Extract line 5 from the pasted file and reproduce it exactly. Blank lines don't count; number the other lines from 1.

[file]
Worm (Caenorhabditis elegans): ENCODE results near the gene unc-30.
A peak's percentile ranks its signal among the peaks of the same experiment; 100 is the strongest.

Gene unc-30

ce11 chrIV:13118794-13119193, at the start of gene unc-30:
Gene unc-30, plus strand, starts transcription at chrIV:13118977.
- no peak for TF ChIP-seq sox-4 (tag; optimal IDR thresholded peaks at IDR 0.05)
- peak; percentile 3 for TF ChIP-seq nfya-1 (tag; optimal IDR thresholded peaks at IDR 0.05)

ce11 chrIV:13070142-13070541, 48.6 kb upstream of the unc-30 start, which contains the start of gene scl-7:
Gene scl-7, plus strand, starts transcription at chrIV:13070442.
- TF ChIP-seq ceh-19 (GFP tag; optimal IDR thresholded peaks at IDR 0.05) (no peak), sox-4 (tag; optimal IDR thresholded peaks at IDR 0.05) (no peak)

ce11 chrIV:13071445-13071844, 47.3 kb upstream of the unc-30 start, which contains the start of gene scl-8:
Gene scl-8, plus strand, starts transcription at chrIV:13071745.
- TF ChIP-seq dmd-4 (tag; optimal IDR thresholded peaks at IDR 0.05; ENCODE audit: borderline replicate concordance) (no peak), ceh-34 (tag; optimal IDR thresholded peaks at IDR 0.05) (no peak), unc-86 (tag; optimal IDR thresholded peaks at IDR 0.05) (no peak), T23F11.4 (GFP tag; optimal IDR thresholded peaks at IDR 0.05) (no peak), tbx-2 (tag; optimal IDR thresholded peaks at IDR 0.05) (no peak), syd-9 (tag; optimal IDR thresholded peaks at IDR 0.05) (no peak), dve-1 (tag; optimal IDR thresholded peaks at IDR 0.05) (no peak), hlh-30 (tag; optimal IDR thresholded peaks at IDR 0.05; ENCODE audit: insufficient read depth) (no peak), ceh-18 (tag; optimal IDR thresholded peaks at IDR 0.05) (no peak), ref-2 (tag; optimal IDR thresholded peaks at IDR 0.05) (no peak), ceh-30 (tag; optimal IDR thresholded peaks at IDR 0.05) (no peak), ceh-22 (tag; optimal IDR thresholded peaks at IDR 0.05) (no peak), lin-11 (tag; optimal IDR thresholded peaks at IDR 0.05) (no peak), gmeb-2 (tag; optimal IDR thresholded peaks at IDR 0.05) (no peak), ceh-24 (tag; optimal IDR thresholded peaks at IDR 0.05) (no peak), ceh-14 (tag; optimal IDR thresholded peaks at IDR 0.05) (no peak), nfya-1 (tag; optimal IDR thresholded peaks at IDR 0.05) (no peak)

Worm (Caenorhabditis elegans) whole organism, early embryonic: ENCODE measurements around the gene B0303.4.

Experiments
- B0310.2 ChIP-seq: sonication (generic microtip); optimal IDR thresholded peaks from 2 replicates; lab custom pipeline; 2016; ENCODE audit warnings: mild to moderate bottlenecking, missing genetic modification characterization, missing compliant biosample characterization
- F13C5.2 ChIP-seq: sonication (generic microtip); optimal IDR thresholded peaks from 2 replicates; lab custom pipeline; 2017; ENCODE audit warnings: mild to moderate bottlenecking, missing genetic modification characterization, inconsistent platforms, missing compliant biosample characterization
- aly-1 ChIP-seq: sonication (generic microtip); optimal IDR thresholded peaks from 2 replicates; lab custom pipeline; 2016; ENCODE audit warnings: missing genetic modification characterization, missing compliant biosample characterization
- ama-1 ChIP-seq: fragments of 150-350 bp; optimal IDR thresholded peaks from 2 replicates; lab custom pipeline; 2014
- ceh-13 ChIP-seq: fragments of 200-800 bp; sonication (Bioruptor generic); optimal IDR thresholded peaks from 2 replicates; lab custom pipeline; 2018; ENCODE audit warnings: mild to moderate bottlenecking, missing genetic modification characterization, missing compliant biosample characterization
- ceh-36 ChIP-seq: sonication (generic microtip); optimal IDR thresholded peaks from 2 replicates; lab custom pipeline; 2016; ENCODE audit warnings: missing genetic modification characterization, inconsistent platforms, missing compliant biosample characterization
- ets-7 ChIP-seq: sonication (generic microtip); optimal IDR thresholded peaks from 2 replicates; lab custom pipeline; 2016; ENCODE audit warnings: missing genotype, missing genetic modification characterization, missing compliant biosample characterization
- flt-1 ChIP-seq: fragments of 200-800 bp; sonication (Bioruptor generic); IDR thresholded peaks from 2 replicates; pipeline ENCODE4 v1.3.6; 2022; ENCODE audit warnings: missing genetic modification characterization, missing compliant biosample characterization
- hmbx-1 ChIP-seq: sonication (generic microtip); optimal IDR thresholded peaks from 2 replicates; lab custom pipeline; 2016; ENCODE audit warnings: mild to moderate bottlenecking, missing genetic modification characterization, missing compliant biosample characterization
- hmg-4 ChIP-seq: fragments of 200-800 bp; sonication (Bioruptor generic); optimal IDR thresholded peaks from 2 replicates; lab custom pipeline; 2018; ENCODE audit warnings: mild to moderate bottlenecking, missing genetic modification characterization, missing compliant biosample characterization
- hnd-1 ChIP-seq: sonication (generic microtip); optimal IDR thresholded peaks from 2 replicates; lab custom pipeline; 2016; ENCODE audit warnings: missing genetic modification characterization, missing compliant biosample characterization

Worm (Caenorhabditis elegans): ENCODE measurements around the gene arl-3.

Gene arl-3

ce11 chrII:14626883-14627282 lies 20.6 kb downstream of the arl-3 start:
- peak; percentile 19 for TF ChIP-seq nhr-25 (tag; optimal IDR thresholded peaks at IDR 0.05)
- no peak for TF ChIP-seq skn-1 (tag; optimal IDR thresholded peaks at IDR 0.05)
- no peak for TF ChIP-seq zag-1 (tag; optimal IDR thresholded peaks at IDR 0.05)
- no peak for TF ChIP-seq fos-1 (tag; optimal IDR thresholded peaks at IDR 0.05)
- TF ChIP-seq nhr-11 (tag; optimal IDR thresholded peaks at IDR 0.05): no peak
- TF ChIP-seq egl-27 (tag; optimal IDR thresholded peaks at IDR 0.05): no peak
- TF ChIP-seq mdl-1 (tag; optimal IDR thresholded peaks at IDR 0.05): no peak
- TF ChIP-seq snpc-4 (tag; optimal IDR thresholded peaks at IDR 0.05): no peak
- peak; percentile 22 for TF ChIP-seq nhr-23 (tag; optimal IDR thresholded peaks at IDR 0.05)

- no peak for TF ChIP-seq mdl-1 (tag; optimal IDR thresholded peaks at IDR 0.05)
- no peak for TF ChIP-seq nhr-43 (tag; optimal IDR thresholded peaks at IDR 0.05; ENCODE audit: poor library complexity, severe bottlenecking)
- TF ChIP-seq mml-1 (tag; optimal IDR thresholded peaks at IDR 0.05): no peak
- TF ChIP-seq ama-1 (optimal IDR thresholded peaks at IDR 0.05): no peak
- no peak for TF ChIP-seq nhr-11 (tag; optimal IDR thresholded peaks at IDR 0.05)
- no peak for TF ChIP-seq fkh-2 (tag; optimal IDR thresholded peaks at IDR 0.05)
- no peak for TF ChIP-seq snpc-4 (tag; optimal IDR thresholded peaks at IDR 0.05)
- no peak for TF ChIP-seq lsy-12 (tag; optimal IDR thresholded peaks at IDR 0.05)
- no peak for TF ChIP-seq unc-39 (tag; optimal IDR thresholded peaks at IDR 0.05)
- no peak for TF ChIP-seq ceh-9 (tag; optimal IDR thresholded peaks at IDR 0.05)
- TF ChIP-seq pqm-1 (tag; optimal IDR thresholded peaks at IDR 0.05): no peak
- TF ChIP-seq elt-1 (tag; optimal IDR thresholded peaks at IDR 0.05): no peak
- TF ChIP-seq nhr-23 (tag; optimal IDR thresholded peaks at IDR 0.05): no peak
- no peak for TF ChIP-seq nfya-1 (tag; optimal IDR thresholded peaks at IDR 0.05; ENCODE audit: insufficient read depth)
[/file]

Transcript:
Gene unc-30, plus strand, starts transcription at chrIV:13118977.